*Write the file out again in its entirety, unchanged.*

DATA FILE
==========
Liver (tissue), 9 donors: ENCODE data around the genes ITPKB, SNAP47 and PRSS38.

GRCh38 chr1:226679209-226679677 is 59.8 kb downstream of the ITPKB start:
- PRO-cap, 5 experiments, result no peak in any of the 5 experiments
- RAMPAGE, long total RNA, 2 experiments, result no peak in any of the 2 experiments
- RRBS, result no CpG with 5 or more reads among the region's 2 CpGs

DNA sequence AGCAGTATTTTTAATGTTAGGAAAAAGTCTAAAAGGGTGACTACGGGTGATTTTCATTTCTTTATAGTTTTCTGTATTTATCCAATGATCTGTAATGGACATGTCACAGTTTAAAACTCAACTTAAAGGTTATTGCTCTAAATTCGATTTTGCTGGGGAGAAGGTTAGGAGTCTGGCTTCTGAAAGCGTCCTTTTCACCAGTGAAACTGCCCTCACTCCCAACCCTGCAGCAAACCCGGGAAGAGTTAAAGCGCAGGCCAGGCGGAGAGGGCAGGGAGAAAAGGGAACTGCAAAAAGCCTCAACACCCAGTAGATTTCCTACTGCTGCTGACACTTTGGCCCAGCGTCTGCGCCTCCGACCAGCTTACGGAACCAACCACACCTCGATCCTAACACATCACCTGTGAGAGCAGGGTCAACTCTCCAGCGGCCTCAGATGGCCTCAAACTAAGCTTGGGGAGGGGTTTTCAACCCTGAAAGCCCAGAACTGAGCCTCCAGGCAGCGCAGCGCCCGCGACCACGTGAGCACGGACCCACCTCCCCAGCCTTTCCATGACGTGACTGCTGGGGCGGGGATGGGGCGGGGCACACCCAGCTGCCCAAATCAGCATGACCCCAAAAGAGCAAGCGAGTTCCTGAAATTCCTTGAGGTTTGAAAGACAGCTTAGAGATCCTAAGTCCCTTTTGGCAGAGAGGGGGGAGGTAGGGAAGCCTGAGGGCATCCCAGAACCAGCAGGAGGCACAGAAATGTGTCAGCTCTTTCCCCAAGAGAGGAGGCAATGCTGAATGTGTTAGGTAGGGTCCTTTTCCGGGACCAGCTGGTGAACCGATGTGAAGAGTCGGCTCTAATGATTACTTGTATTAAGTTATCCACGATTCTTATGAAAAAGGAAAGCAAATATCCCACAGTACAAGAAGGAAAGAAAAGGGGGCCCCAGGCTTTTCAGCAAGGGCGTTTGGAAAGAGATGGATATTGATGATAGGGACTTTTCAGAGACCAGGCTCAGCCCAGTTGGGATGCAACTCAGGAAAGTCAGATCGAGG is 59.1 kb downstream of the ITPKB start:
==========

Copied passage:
Liver (tissue), 9 donors: ENCODE data around the genes ITPKB, SNAP47 and PRSS38.

GRCh38 chr1:226679209-226679677 is 59.8 kb downstream of the ITPKB start:
- PRO-cap, 5 experiments, result no peak in any of the 5 experiments
- RAMPAGE, long total RNA, 2 experiments, result no peak in any of the 2 experiments
- RRBS, result no CpG with 5 or more reads among the region's 2 CpGs

DNA sequence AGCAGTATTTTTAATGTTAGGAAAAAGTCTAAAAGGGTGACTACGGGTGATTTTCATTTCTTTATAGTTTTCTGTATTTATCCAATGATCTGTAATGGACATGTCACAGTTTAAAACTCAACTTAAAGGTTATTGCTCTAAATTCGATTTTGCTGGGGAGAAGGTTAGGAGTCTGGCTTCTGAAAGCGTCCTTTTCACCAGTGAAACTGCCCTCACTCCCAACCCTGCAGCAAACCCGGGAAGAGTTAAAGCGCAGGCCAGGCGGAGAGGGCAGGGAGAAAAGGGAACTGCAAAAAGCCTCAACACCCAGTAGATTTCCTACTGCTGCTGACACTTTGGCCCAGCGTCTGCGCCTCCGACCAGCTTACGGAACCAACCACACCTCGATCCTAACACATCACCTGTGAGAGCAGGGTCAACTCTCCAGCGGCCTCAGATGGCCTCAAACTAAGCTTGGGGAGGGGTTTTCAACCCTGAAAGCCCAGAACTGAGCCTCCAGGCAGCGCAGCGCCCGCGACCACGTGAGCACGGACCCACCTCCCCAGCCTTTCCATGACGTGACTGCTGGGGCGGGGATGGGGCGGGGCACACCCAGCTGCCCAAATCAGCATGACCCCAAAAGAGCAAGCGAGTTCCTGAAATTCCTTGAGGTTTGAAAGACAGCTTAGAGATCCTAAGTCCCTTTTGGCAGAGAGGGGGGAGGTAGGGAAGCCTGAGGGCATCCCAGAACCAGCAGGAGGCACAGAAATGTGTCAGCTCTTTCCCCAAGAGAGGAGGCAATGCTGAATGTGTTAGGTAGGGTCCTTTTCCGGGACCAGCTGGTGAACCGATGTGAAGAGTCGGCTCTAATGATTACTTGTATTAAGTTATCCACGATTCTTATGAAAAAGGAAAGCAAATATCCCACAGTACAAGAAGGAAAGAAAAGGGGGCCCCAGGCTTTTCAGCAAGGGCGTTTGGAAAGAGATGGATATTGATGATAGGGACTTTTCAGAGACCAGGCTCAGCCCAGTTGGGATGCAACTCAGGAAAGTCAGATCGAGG is 59.1 kb downstream of the ITPKB start: